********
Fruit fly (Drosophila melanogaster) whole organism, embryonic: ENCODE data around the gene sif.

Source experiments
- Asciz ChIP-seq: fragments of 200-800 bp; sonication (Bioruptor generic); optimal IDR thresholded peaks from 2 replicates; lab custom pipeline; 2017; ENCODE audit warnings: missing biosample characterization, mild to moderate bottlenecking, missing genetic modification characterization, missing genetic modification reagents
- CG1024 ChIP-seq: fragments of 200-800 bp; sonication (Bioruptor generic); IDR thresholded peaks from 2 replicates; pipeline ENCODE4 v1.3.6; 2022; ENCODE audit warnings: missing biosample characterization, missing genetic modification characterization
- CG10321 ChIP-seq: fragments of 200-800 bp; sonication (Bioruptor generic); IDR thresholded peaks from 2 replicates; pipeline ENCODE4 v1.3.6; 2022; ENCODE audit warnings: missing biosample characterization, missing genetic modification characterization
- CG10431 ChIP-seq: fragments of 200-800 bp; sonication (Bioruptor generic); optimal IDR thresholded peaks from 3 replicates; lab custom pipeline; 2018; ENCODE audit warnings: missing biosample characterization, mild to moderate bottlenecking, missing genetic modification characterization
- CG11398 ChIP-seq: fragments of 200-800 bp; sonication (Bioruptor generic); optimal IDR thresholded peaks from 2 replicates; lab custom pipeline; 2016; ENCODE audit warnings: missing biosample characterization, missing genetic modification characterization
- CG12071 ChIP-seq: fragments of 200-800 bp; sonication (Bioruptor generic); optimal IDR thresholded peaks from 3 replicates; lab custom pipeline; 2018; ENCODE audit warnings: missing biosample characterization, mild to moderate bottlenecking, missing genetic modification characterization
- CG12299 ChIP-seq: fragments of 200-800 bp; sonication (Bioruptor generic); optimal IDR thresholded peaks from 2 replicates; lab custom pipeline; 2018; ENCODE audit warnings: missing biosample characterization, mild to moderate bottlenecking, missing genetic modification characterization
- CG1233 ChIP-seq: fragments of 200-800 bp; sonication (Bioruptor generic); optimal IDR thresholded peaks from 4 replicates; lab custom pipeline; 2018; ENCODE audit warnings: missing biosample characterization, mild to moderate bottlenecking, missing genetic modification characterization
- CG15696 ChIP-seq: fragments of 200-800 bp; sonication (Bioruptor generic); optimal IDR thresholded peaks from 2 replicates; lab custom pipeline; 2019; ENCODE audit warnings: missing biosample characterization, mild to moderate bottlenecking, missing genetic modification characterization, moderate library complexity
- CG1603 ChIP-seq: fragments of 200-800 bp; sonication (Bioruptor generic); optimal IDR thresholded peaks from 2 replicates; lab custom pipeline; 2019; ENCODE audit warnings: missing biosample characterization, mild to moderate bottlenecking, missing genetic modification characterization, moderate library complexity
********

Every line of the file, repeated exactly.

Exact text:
Fruit fly (Drosophila melanogaster) whole organism, embryonic: ENCODE data around the gene sif.

Source experiments
- Asciz ChIP-seq: fragments of 200-800 bp; sonication (Bioruptor generic); optimal IDR thresholded peaks from 2 replicates; lab custom pipeline; 2017; ENCODE audit warnings: missing biosample characterization, mild to moderate bottlenecking, missing genetic modification characterization, missing genetic modification reagents
- CG1024 ChIP-seq: fragments of 200-800 bp; sonication (Bioruptor generic); IDR thresholded peaks from 2 replicates; pipeline ENCODE4 v1.3.6; 2022; ENCODE audit warnings: missing biosample characterization, missing genetic modification characterization
- CG10321 ChIP-seq: fragments of 200-800 bp; sonication (Bioruptor generic); IDR thresholded peaks from 2 replicates; pipeline ENCODE4 v1.3.6; 2022; ENCODE audit warnings: missing biosample characterization, missing genetic modification characterization
- CG10431 ChIP-seq: fragments of 200-800 bp; sonication (Bioruptor generic); optimal IDR thresholded peaks from 3 replicates; lab custom pipeline; 2018; ENCODE audit warnings: missing biosample characterization, mild to moderate bottlenecking, missing genetic modification characterization
- CG11398 ChIP-seq: fragments of 200-800 bp; sonication (Bioruptor generic); optimal IDR thresholded peaks from 2 replicates; lab custom pipeline; 2016; ENCODE audit warnings: missing biosample characterization, missing genetic modification characterization
- CG12071 ChIP-seq: fragments of 200-800 bp; sonication (Bioruptor generic); optimal IDR thresholded peaks from 3 replicates; lab custom pipeline; 2018; ENCODE audit warnings: missing biosample characterization, mild to moderate bottlenecking, missing genetic modification characterization
- CG12299 ChIP-seq: fragments of 200-800 bp; sonication (Bioruptor generic); optimal IDR thresholded peaks from 2 replicates; lab custom pipeline; 2018; ENCODE audit warnings: missing biosample characterization, mild to moderate bottlenecking, missing genetic modification characterization
- CG1233 ChIP-seq: fragments of 200-800 bp; sonication (Bioruptor generic); optimal IDR thresholded peaks from 4 replicates; lab custom pipeline; 2018; ENCODE audit warnings: missing biosample characterization, mild to moderate bottlenecking, missing genetic modification characterization
- CG15696 ChIP-seq: fragments of 200-800 bp; sonication (Bioruptor generic); optimal IDR thresholded peaks from 2 replicates; lab custom pipeline; 2019; ENCODE audit warnings: missing biosample characterization, mild to moderate bottlenecking, missing genetic modification characterization, moderate library complexity
- CG1603 ChIP-seq: fragments of 200-800 bp; sonication (Bioruptor generic); optimal IDR thresholded peaks from 2 replicates; lab custom pipeline; 2019; ENCODE audit warnings: missing biosample characterization, mild to moderate bottlenecking, missing genetic modification characterization, moderate library complexity